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Beating Burnout

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In ordinary times, we Bobcats can feel stressed by the time December rolls around. But 2020 has most definitely not been an ordinary time. Because of COVID-19, we’ve been trapped in our homes. We’ve been taking care of family members who’ve fallen ill. A lot of us have been looking for new jobs and juggling totally unexpected childcare situations. And on top of that, we’re also cramming for finals.

This year, we’re not just stressed. Many of us are completely burned out.

What is burnout?

Burnout is what happens when you’ve been feeling stressed for so long that you forget what it feels like not to be stressed.

When you’re suffering from burnout, you feel like you have nothing left to give. You can have trouble concentrating, difficulty sleeping and headaches. Instead of feeling like you have too much to do, you may feel like you simply can’t get anything done. And more than that, you may feel like you don’t want to get any of it done. When you’re burned out, suddenly you no longer care about the things you’ve been putting so much effort into.

How to Un-Burnout

Burnout doesn’t happen overnight, so you can’t change it instantly either. But by being aware of what you’re feeling and building new habits into your routine little by little, you can make a real difference.

Here are a few things you can do to reconnect with your life:

Do What You Can to Establish Boundaries

Among the many problems that came with 2020, one big one is that there are no boundaries anymore. Instead of work, school and your kids all being separate parts of your life, now they’re all pushed together because you’re taking your online classes at the same kitchen table where your kids are taking their online classes. Instead of focusing on work when we’re at work and school when we’re at school, we end up worrying about everything – including getting sick – all the time.

You can’t just wave a magic want and get your boundaries back.

But you can try small steps to take back a little control.

One step is to find your own space where you can focus on your coursework or your job. It doesn’t have to be big or private. It could just be a particular spot on the couch. But knowing that it’s yours will help you focus.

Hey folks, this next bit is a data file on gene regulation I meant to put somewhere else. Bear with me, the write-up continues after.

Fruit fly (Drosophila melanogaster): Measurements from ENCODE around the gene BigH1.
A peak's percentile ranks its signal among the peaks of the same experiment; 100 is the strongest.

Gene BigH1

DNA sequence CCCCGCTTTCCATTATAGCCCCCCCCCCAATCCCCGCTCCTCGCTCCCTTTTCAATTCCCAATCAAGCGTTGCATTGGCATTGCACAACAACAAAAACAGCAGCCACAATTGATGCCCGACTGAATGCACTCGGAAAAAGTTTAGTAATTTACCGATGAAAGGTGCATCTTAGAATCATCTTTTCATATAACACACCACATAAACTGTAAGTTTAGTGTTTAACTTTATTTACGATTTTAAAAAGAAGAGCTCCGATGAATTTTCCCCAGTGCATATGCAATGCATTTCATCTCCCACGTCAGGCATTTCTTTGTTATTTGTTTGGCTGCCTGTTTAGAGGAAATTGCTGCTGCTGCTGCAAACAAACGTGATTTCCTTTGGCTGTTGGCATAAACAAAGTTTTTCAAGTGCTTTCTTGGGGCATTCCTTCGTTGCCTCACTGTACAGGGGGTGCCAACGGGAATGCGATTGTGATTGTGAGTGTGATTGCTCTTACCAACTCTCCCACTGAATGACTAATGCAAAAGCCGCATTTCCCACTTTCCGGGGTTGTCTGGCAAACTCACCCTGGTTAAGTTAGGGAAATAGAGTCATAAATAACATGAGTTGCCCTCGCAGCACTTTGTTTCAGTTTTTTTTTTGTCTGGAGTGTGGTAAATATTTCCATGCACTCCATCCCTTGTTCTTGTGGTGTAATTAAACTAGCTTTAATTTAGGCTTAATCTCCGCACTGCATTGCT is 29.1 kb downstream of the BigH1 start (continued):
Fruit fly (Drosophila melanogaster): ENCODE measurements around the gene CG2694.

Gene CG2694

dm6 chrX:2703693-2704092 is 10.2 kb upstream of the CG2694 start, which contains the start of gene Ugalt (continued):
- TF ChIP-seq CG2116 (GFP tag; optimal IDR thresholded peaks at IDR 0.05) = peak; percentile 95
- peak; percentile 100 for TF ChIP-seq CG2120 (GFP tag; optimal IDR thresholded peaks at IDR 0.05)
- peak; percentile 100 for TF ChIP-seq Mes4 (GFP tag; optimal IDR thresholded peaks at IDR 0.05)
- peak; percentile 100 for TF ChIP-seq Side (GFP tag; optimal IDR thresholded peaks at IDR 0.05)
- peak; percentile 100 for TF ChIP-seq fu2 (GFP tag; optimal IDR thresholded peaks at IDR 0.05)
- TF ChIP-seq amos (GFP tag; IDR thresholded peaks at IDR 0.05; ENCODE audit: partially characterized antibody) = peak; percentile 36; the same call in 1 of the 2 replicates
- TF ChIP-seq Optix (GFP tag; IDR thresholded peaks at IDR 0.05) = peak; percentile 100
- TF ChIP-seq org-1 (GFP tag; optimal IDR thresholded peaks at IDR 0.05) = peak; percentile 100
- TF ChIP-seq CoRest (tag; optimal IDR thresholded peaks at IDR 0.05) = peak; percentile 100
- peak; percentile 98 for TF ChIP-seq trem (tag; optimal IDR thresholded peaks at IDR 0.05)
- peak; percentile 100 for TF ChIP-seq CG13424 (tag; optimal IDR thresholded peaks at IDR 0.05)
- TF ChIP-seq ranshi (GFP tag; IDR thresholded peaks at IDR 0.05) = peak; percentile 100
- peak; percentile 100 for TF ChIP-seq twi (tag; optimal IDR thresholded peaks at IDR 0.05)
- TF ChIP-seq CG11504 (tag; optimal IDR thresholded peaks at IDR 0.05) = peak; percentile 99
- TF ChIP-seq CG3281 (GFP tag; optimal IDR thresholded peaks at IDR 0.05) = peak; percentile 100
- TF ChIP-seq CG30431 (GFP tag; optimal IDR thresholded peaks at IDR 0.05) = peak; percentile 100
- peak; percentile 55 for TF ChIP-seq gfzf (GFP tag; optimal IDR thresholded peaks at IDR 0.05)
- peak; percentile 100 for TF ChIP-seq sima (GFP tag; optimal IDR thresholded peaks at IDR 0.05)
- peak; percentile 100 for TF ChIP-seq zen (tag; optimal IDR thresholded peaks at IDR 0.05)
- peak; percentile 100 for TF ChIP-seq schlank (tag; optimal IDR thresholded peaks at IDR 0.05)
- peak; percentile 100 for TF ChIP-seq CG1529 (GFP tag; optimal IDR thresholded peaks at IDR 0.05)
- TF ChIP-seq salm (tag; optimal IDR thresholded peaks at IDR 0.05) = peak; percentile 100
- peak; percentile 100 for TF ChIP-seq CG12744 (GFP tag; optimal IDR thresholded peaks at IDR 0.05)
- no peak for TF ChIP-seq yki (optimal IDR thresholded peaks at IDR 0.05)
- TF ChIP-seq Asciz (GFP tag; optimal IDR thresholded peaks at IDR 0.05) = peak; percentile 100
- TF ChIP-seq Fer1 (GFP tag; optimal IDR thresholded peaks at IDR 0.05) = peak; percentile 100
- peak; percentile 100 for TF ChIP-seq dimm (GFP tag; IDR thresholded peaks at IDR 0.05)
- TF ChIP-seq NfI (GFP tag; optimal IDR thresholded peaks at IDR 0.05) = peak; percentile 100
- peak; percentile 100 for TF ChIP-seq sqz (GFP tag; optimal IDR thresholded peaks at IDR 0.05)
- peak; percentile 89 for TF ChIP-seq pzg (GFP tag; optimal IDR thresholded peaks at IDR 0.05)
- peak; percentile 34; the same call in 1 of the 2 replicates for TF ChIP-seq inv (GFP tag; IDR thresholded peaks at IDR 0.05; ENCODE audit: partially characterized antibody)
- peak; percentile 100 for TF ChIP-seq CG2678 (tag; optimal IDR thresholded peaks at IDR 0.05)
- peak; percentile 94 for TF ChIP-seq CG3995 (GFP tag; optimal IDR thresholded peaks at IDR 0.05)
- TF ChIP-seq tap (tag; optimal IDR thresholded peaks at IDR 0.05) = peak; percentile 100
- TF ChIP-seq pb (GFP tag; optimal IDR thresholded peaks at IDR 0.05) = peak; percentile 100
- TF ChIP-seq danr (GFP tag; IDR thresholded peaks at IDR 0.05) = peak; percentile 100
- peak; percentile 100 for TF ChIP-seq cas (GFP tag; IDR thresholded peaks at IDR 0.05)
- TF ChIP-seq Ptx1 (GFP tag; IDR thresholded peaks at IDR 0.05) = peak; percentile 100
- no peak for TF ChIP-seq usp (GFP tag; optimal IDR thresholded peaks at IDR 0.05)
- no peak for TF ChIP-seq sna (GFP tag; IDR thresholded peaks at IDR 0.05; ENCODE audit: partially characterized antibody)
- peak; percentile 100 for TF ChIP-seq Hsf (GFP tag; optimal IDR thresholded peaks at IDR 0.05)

It can also help to set up a schedule of the time you’re going to dedicate to certain tasks, and after you’ve completed that time, move on and try not to worry about that task until the next time it appears on your schedule.

Sleep, Exercise and Mini-Meditations

You can also help ease mental burnout by treating your body better. Even just a bit of exercise – say, a daily 10-minute walk around the block – can leave you feeling refreshed and focused. So can keeping a consistent sleep schedule

Meditation can help too.

“Meditation” can be an intimidating word, but don’t worry, you don’t have to stand on one foot or bend over backward. It’s really just about taking some time to clear and refocus your mind.

You can start with a basic breathing exercise. Simply count to four as you take a deep breath, hold it for four seconds, and then exhale for four seconds. Repeat this cycle until you feel yourself starting to relax. 

Step Offline for a Minute

As this year has gotten even more stressful, we’ve all started living online even more – either to finish class assignments, Zoom for work, read the latest news for a bit of hope or just scroll Instagram for a bit of distraction.

Either way, scratching that itch to be online can actually make us even more stressed out. Whether the news is good or bad, it starts our brains spinning. And even when we think we’re mindlessly tending our feeds, we can be seeing pictures of other peoples’ lives that make us feel worse about what we’re going through at that moment.

Instead of walking into that trap, pick a time in the evening that you want to unplug. When it comes, put your phone and laptop in a drawer for the rest of the night. 

Find Gratitude

Once burnout sets in, it can sometimes start to feel like nothing good is happening for us.

But we all have things to be grateful for. Try jotting down three things you’re grateful for every day. It might be hard at first. But after a few days, it won’t be so hard to see everything that’s going right.

Things Won’t Just Get Better; They’ll Get Much Better 

Because the truth is that no matter how overwhelming life is now, a lot of things are going right.

2020 isn’t forever. In fact, there are only a couple of weeks left of it. Things will start to get better. Vaccines will become available. Your kids’ schools will go back to a regular schedule. Employers will start hiring. You’ll be able see your friends and family again. It’s only a matter of time.

And when that day comes, you will be in a much better position. Because instead of just keeping your head above water during 2020, you dug deep, beat burnout and kept pushing your education forward.

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